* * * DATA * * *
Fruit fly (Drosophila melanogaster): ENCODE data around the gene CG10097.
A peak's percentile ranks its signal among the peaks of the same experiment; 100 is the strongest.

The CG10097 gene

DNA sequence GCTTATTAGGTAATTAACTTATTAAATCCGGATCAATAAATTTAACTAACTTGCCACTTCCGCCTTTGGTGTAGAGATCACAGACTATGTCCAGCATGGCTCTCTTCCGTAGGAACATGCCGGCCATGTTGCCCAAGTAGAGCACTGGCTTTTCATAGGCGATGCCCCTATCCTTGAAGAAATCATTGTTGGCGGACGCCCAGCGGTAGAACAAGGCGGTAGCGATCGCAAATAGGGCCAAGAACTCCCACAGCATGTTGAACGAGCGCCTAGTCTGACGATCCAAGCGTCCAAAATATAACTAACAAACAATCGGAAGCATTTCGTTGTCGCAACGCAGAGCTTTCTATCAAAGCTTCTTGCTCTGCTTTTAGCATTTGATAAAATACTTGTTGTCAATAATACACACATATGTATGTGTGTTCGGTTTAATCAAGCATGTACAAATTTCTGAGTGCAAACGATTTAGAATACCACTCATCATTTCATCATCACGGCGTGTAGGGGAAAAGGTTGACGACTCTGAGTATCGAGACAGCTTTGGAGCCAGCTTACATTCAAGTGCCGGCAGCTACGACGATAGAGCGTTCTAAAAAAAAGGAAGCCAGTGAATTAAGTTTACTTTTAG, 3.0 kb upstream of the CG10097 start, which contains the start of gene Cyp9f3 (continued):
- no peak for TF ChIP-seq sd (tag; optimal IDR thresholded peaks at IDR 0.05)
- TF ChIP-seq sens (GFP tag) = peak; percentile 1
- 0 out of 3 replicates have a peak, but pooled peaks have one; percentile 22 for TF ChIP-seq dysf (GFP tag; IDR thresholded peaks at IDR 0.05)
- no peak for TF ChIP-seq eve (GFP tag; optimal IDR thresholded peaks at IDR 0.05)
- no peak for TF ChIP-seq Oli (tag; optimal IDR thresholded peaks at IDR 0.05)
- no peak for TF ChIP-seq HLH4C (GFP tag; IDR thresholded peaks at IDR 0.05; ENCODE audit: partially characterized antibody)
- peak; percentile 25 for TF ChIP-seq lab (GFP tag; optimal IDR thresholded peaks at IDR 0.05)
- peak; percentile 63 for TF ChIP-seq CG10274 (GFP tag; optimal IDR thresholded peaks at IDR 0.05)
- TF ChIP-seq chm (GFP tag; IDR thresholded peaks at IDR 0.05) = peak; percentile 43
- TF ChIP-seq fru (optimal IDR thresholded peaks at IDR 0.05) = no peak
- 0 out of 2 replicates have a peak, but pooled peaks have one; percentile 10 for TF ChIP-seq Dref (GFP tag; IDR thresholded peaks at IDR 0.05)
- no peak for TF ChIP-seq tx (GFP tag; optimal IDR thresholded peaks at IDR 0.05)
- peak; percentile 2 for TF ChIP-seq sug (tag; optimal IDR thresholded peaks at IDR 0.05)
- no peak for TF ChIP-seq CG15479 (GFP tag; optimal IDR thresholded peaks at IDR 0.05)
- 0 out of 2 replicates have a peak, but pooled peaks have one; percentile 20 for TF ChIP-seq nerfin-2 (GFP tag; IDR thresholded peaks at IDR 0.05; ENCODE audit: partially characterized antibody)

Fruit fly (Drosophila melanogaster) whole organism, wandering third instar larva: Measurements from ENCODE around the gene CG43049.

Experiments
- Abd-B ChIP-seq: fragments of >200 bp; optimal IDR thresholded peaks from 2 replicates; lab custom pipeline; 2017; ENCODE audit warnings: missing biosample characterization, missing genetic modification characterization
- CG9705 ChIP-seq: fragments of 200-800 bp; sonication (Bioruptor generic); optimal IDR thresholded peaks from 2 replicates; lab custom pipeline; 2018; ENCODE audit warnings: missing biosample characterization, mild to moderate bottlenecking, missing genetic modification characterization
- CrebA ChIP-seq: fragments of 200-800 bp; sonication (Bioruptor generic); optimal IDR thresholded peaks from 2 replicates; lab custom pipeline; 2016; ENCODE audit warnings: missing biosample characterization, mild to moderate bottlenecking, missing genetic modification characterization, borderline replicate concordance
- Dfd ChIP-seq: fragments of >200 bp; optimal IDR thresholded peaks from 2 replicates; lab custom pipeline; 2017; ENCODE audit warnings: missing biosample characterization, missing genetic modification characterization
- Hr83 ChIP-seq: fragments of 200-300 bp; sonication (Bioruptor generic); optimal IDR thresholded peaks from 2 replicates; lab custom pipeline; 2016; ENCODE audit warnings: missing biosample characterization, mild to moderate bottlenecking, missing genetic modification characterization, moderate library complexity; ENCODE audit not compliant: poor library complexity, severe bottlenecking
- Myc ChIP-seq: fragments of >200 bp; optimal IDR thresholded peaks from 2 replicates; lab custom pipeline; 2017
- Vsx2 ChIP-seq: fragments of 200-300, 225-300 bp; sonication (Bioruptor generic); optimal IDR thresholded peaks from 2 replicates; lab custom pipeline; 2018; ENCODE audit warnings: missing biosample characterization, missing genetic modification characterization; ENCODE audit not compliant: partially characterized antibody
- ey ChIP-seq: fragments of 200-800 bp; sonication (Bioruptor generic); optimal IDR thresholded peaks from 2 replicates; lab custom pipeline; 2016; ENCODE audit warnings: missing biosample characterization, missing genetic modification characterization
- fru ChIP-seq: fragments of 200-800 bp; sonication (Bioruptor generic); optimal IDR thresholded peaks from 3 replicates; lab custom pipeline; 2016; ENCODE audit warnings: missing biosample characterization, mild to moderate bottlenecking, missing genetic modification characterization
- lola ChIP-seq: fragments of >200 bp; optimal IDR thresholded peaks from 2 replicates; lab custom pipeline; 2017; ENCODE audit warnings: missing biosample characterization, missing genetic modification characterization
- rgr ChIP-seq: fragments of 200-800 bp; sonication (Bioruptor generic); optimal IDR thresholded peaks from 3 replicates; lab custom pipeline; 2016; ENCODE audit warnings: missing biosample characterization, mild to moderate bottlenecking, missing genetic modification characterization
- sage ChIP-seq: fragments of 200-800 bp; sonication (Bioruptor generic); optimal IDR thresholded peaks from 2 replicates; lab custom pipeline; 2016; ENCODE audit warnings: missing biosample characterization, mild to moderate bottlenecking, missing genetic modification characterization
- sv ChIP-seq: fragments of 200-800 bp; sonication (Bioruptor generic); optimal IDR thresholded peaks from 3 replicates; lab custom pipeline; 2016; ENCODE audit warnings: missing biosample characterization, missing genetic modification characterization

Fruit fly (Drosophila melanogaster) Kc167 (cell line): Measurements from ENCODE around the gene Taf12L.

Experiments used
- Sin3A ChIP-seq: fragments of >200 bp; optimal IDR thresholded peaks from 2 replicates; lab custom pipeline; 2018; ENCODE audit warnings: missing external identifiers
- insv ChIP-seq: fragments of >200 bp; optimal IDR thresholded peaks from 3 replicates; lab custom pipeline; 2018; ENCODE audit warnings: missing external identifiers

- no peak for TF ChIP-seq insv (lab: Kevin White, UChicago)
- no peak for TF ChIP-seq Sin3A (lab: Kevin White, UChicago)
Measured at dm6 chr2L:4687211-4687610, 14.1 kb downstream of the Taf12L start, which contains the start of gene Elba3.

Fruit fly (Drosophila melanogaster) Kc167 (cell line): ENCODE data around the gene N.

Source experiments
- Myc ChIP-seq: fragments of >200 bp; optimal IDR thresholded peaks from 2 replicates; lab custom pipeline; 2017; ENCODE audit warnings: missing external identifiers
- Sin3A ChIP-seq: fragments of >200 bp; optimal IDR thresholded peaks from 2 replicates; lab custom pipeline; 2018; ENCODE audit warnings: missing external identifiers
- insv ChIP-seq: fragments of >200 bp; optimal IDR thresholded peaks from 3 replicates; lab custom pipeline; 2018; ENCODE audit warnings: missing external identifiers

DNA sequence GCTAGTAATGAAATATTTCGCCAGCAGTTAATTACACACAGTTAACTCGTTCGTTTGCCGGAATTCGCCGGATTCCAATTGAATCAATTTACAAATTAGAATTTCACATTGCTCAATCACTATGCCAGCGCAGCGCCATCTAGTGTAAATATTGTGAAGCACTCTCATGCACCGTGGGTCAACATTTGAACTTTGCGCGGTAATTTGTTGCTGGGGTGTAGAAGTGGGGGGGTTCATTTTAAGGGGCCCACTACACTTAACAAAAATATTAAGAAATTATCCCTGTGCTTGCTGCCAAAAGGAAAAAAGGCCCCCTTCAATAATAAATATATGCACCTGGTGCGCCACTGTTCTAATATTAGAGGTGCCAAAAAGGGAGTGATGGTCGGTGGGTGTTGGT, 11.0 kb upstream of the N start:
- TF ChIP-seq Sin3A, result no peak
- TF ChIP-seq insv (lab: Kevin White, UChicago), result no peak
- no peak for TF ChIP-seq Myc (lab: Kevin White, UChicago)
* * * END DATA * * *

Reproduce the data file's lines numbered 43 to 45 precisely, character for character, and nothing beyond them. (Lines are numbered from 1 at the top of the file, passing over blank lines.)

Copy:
Source experiments
- Myc ChIP-seq: fragments of >200 bp; optimal IDR thresholded peaks from 2 replicates; lab custom pipeline; 2017; ENCODE audit warnings: missing external identifiers
- Sin3A ChIP-seq: fragments of >200 bp; optimal IDR thresholded peaks from 2 replicates; lab custom pipeline; 2018; ENCODE audit warnings: missing external identifiers